Re Bridget (1995) op cit n 4.

  37. 37.

    Ibid per Kline J at p. 25.

  38. 38.

    Ibid.

  39. 39.

    Ibid.

  40. 40.

    Clayton (2007–2008), pp. 249–266 at p. 249. See also Lehr v Robertson (1983) 463 U S 248.

  41. 41.

    See for example Thomas v Childrens Aid Society of Utah (1961) 364 P (2d) 1029; see also however Stanley v Illinois (1972) 405 US 645 (which held that the presumption that unmarried fathers were automatically unfit to parent was unconstitutional); Ellis v Social Services Department of the Church of Jesus Christ of Latter Day Saints (1980) 615 P 2d (Utah) (which created an exception for putative fathers who could show that they had not been afforded reasonable opportunity to object, for example where the birth mother had not informed him of the relinquishment); Wells v Childrens Aid Society of Utah (1984) 681 P 2d (Utah) (where the Court found that public policy demanded that prospective adoptive parents be protected and encouraged to come forward); Sanchez v LDS Social Services (1984) 680 P 2d (where the father had demonstrated profound commitment and found out about the birth mother’s relinquishment only days after the event, as cited by Clayton ibid).

  42. 42.

    In Re BGC (1992) 496 NW 2d 239 (Iowa).

  43. 43.

    In re Kirchner (1995) 649 N E 2d 324 (Illinois).

  44. 44.

    Ibid per Heiple J.

  45. 45.

    Troxel v Granville (2000) 530 U S 57, 147 L Ed 2d 49, 120 S Ct 2054.

  46. 46.

    Paras 68–69. This presumption was used to invalidate the court’s statutory power to order contact (visitation) between kin, on the basis that the legislation permitted the court to second-guess the decisions of a fit parent. See further Wickham v Byrne (2002) 199 Ill 2d 309.

  47. 47.

    In re Marriage of Carey (1989) 188 Ill App 3d 1040, 1046 544 NE 2d 1293.

  48. 48.

    see also In Re Marriage of Sechrest (1990) 202 Ill App 3d 865, 875 560 NE 2d 1212; where a non-parent lacks standing to petition, they must rely upon proving unfitness of the ‘natural parent’.

  49. 49.

    In Re RLS 218 2d 428 per Thomas CJ.

  50. 50.

    Thurnwald v A E (2007) UT 38, 163 P 3d 623.

  51. 51.

    Ibid at p. 635. This case turned on the question of the legality of the statutory time limits which unmarried fathers must satisfy in registering their objection to the adoption (i.e. before the mother has formally agreed to relinquishment). Here, the father was prevented from complying because the relevant offices were closed over a holiday weekend.

  52. 52.

    Clayton (2007–2008), p. 264. See also the Dissenting opinion of Justice Wilkins in Thurnwald op cit at n 50, p. 636.

  53. 53.

    In Re Custody of MCC (A Minor) v Aisha Umer (June 27 2008) 06 D 79411 (No 1-08-0203) per Garcia CJ.

  54. 54.

    re RLS op cit n 46.

  55. 55.

    see In re Custody of Ayala (2003) 344 Ill App 3d 574 588 800 NE 2d 524.

  56. 56.

    Ibid p. 7. See also In Re AWJ (2000) 316 Ill App 3d 91 96,736 NE2d 716.

  57. 57.

    See also In re Custody of Peterson (1986) 112, Ill 2d 48, 53-54 491 NE2d 1150; In re Custody of ORourke (1987) 160 Ill App 3d 584 587-88 514 NE 2d 6 (1987).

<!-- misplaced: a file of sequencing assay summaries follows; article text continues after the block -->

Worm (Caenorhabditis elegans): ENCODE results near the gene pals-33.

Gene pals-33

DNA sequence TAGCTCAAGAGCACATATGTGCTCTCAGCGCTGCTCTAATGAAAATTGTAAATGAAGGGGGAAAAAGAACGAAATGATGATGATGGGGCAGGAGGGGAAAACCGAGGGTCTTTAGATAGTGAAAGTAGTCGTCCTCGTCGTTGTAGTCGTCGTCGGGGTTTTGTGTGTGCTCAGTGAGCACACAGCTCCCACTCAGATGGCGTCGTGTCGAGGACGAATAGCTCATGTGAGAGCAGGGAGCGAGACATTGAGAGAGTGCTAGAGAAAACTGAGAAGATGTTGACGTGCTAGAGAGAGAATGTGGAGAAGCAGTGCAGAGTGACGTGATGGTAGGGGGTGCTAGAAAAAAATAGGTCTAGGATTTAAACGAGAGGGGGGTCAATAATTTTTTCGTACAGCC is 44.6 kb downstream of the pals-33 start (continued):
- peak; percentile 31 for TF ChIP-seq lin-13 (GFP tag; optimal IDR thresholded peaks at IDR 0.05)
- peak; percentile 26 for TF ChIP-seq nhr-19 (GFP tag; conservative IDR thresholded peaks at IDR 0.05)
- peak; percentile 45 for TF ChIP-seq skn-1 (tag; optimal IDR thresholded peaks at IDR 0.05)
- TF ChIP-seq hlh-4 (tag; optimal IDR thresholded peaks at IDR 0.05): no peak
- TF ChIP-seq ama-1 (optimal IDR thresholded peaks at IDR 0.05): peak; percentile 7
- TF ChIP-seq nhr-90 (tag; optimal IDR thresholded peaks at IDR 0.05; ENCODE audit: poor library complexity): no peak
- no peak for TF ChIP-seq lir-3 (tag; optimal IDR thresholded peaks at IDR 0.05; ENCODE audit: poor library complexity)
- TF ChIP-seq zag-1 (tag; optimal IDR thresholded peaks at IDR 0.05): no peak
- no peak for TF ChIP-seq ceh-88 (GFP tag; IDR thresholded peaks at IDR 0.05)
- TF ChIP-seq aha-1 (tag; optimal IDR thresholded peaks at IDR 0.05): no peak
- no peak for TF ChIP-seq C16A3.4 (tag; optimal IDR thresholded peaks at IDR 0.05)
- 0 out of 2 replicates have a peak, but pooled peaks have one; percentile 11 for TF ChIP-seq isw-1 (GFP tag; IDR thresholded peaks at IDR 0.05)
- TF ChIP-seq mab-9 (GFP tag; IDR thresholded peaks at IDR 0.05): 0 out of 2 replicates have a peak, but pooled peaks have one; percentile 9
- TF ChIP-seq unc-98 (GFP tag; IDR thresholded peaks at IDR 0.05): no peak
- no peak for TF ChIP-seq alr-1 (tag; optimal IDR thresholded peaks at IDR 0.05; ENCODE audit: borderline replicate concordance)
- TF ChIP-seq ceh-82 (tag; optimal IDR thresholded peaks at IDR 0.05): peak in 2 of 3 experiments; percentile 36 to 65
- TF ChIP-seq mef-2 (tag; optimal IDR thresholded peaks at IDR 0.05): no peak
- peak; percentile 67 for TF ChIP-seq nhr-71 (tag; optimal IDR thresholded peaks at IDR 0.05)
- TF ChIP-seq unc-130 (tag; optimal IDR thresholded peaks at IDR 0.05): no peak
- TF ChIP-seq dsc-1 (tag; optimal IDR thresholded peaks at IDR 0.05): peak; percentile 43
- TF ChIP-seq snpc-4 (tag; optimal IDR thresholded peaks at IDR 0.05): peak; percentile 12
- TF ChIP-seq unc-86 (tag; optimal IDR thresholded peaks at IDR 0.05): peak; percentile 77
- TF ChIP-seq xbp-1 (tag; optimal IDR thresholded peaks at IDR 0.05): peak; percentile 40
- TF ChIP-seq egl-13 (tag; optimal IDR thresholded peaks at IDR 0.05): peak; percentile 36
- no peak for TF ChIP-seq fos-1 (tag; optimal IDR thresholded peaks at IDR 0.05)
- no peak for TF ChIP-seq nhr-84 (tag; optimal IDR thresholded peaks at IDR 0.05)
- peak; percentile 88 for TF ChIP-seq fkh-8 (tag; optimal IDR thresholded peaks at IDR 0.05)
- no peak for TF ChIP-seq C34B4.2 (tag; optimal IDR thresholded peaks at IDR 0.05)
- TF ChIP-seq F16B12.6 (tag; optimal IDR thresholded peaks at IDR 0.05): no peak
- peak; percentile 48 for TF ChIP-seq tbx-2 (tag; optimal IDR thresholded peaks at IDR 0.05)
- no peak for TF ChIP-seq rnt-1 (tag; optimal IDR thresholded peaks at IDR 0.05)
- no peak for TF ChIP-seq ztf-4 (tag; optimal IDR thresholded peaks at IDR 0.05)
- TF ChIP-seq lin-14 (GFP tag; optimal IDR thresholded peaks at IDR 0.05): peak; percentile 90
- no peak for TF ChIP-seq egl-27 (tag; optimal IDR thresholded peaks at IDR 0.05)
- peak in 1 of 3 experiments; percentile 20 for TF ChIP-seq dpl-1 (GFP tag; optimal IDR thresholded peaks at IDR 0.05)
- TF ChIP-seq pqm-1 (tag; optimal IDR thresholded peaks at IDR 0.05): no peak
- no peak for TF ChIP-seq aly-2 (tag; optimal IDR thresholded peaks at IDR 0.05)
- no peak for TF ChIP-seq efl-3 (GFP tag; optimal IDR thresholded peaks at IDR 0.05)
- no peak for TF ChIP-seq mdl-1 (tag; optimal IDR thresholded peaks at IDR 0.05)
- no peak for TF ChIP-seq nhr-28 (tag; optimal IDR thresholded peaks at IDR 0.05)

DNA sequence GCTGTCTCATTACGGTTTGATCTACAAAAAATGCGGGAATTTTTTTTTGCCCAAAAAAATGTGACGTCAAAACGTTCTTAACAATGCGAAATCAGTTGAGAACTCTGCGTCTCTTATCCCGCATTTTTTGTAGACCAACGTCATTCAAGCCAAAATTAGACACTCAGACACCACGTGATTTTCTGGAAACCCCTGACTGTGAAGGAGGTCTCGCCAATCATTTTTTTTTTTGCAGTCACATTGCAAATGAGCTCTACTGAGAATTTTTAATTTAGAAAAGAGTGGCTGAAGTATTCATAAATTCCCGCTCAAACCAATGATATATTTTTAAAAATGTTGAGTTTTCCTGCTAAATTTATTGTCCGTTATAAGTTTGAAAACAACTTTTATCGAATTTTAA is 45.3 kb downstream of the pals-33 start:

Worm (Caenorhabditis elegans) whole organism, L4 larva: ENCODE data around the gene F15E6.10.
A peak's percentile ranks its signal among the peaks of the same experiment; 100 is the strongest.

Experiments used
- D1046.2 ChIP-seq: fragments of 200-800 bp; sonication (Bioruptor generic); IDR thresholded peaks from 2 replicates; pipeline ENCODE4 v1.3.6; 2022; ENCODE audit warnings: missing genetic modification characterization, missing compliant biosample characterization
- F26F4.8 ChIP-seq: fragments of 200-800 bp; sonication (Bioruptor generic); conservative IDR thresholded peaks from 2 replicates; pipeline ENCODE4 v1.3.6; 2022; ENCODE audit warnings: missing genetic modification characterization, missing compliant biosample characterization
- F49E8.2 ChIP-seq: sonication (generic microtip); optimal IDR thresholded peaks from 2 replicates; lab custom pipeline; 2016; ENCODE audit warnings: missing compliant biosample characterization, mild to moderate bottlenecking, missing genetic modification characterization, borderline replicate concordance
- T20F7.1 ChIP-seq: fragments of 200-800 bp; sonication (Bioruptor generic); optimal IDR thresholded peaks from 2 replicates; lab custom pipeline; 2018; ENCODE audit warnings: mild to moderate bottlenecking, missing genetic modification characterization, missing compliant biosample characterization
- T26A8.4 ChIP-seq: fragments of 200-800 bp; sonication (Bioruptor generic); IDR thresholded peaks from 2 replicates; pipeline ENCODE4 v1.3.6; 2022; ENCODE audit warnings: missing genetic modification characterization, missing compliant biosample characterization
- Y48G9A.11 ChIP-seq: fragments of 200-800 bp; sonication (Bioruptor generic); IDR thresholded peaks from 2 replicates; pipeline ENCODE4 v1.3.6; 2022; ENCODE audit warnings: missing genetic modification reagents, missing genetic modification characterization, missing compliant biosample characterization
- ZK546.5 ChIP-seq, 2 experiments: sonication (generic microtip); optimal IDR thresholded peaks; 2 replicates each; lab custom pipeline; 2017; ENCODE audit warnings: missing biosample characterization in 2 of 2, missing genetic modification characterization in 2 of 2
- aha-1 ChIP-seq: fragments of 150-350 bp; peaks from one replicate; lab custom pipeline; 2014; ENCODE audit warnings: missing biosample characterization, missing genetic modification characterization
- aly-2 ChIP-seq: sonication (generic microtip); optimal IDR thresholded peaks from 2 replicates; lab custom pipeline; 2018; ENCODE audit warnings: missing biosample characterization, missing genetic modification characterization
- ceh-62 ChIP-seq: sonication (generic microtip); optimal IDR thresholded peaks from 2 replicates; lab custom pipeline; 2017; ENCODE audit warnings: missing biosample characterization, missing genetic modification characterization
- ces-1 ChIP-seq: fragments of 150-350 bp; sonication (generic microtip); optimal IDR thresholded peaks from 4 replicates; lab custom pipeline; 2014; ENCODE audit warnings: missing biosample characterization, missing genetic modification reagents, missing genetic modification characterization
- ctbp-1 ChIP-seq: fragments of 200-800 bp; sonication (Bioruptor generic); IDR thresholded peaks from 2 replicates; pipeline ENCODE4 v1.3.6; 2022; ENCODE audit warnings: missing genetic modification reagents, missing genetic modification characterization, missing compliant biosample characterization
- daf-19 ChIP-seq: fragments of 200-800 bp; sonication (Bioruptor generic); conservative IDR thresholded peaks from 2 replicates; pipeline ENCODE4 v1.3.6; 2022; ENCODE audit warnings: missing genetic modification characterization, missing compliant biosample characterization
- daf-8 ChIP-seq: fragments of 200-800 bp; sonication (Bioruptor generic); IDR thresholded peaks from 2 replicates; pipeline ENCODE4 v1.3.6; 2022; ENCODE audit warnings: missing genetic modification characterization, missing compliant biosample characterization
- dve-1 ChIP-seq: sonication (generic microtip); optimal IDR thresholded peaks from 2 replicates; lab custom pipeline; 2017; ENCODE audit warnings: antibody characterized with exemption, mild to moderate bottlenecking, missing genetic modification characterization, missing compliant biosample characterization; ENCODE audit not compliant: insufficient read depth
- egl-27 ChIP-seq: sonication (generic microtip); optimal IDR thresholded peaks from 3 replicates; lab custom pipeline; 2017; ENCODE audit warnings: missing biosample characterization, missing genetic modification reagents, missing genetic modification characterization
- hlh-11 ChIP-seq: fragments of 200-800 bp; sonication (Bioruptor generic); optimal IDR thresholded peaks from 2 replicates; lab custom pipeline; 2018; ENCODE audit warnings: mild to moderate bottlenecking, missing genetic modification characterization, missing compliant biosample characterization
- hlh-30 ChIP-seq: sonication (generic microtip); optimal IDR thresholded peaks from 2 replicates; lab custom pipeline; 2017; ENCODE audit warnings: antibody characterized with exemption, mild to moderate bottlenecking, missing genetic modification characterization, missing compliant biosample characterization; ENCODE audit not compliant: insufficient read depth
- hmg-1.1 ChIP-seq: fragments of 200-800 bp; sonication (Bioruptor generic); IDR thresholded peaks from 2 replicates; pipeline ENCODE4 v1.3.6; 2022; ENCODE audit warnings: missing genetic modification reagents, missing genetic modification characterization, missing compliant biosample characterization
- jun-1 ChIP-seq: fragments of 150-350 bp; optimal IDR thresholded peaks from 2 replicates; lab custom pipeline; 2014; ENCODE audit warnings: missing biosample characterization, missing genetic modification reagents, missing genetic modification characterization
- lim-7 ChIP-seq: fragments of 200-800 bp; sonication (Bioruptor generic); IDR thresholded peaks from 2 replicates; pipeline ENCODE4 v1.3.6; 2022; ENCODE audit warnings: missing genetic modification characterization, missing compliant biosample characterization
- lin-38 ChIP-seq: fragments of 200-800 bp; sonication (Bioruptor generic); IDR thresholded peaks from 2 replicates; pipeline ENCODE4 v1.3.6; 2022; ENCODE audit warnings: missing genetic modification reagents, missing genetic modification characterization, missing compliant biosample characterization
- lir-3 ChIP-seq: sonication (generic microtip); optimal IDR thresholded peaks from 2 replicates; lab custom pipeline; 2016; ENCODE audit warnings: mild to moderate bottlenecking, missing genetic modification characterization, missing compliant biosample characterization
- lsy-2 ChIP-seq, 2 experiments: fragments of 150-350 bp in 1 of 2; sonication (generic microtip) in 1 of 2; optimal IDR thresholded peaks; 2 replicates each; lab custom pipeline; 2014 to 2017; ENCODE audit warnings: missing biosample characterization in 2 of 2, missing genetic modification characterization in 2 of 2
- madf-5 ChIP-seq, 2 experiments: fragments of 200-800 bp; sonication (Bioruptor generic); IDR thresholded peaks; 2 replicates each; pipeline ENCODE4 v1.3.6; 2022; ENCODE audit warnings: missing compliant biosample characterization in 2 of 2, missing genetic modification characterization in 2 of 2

58. 58.

    Cahn (2000–2001), pp. 1–27 at p. 26.

  59. 59.

    Barton (2003–2004), pp. 113–148 at p. 113.

  60. 60.

    See Caban v Mohammed 441 US 380 (1979); Quilloin v Walcott 434 US 246 (1978).

  61. 61.

    In re Doe 627 N E 2d 648 [1993] (Ill. App Ct 1993) 656 (as cited by Barton 2003–2004).

  62. 62.

    Barton (2003–2004), p. 128. Responsibility for registration (and for subsequent consent or objection to the adoption process) is placed upon the birth father; this aims to protect the privacy rights of the birth mother, the father’s interest in receiving notice of the proceedings and the child’s right ‘to a secure adoption’.

  63. 63.

    Troxel v Granville 530 US 57 (2000).

  64. 64.

    Lehr v. Robertson (1983) 463 U.S. 248, 256 [77 L.Ed.2d 614, 103 S.Ct. 985].

  65. 65.

    Washington Rev. Code § 26.10.160 (3).

  66. 66.

    Ibid Per O’Connor J p. 5.

  67. 67.

    See also Stanley v Illinois (1972) 405 US 645.

  68. 68.

    Toxel v Granville op cit at n 63 pp. 8–14.

  69. 69.

    Barton (2003–2004), p. 140. The four competing party interests are listed here as birth parents, adoptive parents, the State and the relinquished child.

  70. 70.

    Ibid p. 143. See also Hilderbran (1988), p. 1217.

  71. 71.

    Ibid p. 83. See also SKK v JS [1999] NWTJ No 94 (SC) (QL) [SKK] on the issue of the termination of birth parents’ rights and obligations post-customary adoption.

  72. 72.

    McGillivray (1983–1985), p. 450.

  73. 73.

    Section 3 of which states that, ‘it is the policy of this Nation to protect the best interests of Indian children and to promote the stability and security of Indian tribes and families and the establishment of minimum Federal standards for the removal of Indian children from their families and the placement of such children in foster or adoptive homes which will reflect the unique values of Indian culture..’ Pub L No 96-608, 92 Stat 3069 (1980).